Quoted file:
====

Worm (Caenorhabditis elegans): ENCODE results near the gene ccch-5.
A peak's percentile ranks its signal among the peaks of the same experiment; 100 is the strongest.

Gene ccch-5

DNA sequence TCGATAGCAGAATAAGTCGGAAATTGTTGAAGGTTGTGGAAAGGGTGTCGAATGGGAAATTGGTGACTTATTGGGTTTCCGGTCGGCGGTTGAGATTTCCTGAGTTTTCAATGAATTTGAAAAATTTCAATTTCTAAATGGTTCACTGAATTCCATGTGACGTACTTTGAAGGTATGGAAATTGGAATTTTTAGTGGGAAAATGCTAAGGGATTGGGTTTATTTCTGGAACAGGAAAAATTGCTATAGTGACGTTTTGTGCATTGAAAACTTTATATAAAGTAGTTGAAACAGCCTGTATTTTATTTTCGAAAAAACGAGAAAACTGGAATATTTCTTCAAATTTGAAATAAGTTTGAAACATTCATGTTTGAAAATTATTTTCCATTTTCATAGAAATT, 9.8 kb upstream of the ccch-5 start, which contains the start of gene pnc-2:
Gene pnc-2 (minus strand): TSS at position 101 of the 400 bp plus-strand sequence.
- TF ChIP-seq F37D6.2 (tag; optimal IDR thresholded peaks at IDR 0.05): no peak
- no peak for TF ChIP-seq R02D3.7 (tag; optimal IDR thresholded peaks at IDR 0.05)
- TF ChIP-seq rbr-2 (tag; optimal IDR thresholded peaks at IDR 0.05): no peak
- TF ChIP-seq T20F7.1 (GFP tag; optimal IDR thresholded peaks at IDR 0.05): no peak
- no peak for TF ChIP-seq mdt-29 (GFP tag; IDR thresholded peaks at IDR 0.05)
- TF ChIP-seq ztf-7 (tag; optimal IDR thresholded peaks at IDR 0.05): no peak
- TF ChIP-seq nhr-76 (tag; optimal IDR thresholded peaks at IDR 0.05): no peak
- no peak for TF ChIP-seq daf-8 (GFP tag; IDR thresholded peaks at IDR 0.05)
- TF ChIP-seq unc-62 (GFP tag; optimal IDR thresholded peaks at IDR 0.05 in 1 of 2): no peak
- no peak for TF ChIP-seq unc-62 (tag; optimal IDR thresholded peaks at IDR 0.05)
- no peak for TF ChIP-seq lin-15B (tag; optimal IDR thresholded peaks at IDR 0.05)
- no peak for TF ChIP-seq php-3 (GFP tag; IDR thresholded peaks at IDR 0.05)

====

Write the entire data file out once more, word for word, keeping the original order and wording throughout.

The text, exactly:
Worm (Caenorhabditis elegans): ENCODE results near the gene ccch-5.
A peak's percentile ranks its signal among the peaks of the same experiment; 100 is the strongest.

Gene ccch-5

DNA sequence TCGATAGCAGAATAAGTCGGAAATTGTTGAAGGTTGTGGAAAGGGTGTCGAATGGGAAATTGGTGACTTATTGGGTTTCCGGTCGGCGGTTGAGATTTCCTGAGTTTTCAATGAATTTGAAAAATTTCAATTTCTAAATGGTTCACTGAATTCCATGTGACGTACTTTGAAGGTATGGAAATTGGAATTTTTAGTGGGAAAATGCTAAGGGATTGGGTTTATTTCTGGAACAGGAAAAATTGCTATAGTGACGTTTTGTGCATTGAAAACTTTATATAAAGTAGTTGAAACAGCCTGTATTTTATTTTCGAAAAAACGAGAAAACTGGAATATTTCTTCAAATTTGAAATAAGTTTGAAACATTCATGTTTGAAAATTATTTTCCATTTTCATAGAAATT, 9.8 kb upstream of the ccch-5 start, which contains the start of gene pnc-2:
Gene pnc-2 (minus strand): TSS at position 101 of the 400 bp plus-strand sequence.
- TF ChIP-seq F37D6.2 (tag; optimal IDR thresholded peaks at IDR 0.05): no peak
- no peak for TF ChIP-seq R02D3.7 (tag; optimal IDR thresholded peaks at IDR 0.05)
- TF ChIP-seq rbr-2 (tag; optimal IDR thresholded peaks at IDR 0.05): no peak
- TF ChIP-seq T20F7.1 (GFP tag; optimal IDR thresholded peaks at IDR 0.05): no peak
- no peak for TF ChIP-seq mdt-29 (GFP tag; IDR thresholded peaks at IDR 0.05)
- TF ChIP-seq ztf-7 (tag; optimal IDR thresholded peaks at IDR 0.05): no peak
- TF ChIP-seq nhr-76 (tag; optimal IDR thresholded peaks at IDR 0.05): no peak
- no peak for TF ChIP-seq daf-8 (GFP tag; IDR thresholded peaks at IDR 0.05)
- TF ChIP-seq unc-62 (GFP tag; optimal IDR thresholded peaks at IDR 0.05 in 1 of 2): no peak
- no peak for TF ChIP-seq unc-62 (tag; optimal IDR thresholded peaks at IDR 0.05)
- no peak for TF ChIP-seq lin-15B (tag; optimal IDR thresholded peaks at IDR 0.05)
- no peak for TF ChIP-seq php-3 (GFP tag; IDR thresholded peaks at IDR 0.05)